Wednesday, March 22, 2017

When Bad Things Happen To Good People: A Study Of The Book Of Job. Day 18, Job Answers Zophar, Part Three

Job's words of innocence have fallen on deaf ears. His friends have judged him guilty and he is unable to convince them otherwise. They have been no help so he wants to speak to God, the ultimate authority, who knows his heart.

"But I desire to speak to the Almighty and to argue my case with God. You, however, smear me with lies; you are worthless physicians, all of you! If only you would be altogether silent! For you, that would be wisdom." (Job 13:3-5) For the first seven days and nights of Job's grief, these three friends sat with him in silence. That was a comfort to Job, but the words that have come out of these men's mouths have done nothing but wound their friend. King Solomon had some things to say about unwise words, "Sin is not ended by multiplying words, but the prudent hold their tongues." (Proverbs 10:19) "The one who has knowledge uses words with restraint, and whoever has understanding is even-tempered. Even fools are thought wise if they keep silent, and discerning if they hold their tongues." (Proverbs 17:27-28) Job says to his friends, "The best thing you could do right now is be quiet. You claim to be wise; prove your wisdom by being silent."

"Hear now my argument; listen to the pleas of my lips. Will you speak wickedly on God's behalf? Will you speak deceitfully for Him? Will you show Him partiality? Will you argue the case for God?" (Job 13:6-8) God does not need anyone to defend Him, especially those who lack spiritual understanding. These men have spoken lies against God in saying He is punishing Job for some sin that Job has yet to come clean about. They refuse to believe anything bad can happen to a good person, that there can be no purpose for this, and therefore they speak wickedly on God's behalf. We can only assume these men have never suffered calamity in their own lives. They view themselves as pretty good guys and the fact that their lives have been fairly comfortable is proof to them that they are approved by God.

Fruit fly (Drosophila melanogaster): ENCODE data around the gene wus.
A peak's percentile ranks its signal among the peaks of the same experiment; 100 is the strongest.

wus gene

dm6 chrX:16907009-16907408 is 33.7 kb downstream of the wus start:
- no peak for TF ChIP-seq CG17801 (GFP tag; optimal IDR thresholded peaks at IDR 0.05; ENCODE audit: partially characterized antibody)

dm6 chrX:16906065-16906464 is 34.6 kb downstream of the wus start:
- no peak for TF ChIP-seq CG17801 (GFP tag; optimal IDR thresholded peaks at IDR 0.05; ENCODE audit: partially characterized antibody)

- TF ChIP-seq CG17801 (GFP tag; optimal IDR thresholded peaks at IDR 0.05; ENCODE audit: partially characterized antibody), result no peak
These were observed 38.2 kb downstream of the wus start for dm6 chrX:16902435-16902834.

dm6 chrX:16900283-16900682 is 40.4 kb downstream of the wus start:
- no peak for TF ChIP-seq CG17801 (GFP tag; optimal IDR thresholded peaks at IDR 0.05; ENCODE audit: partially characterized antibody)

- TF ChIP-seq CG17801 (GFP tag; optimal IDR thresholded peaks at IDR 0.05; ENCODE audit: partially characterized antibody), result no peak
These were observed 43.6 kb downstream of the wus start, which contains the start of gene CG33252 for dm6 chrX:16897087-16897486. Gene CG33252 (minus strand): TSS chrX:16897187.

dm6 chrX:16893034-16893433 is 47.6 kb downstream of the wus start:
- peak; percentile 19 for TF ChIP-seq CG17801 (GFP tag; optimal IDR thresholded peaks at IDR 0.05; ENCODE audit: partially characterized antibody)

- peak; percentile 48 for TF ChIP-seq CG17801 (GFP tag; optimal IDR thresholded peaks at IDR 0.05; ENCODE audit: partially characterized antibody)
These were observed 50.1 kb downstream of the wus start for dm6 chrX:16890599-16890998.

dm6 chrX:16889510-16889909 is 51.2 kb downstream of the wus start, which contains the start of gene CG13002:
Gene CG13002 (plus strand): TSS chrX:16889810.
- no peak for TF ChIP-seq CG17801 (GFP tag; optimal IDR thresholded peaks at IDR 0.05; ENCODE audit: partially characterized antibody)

Job intends to shatter their complacency with these words, "Would it turn out well if He examined you? Could you deceive Him as you might deceive a mortal? He would surely call you to account if you secretly showed partiality. Would not His splendor terrify you? Would not the dread of Him fall on you? Your maxims are proverbs of ashes; your defenses are defenses of clay." (Job 13:9-12) Job asks, "What if God turned a spotlight on your own lives as you've turned a spotlight on mine? What might He find? Do you think you could hide sin from Him? Don't you think He will call you to account for feeling morally and spiritually superior to me? These platitudes and proverbs you've quoted to me have sustained me no more than eating ashes would sustain me. You've used God's word to hurt me, not help me. You've taken His word and twisted it to suit the point you're trying to make. If He called you into court, do you think you would be found innocent?"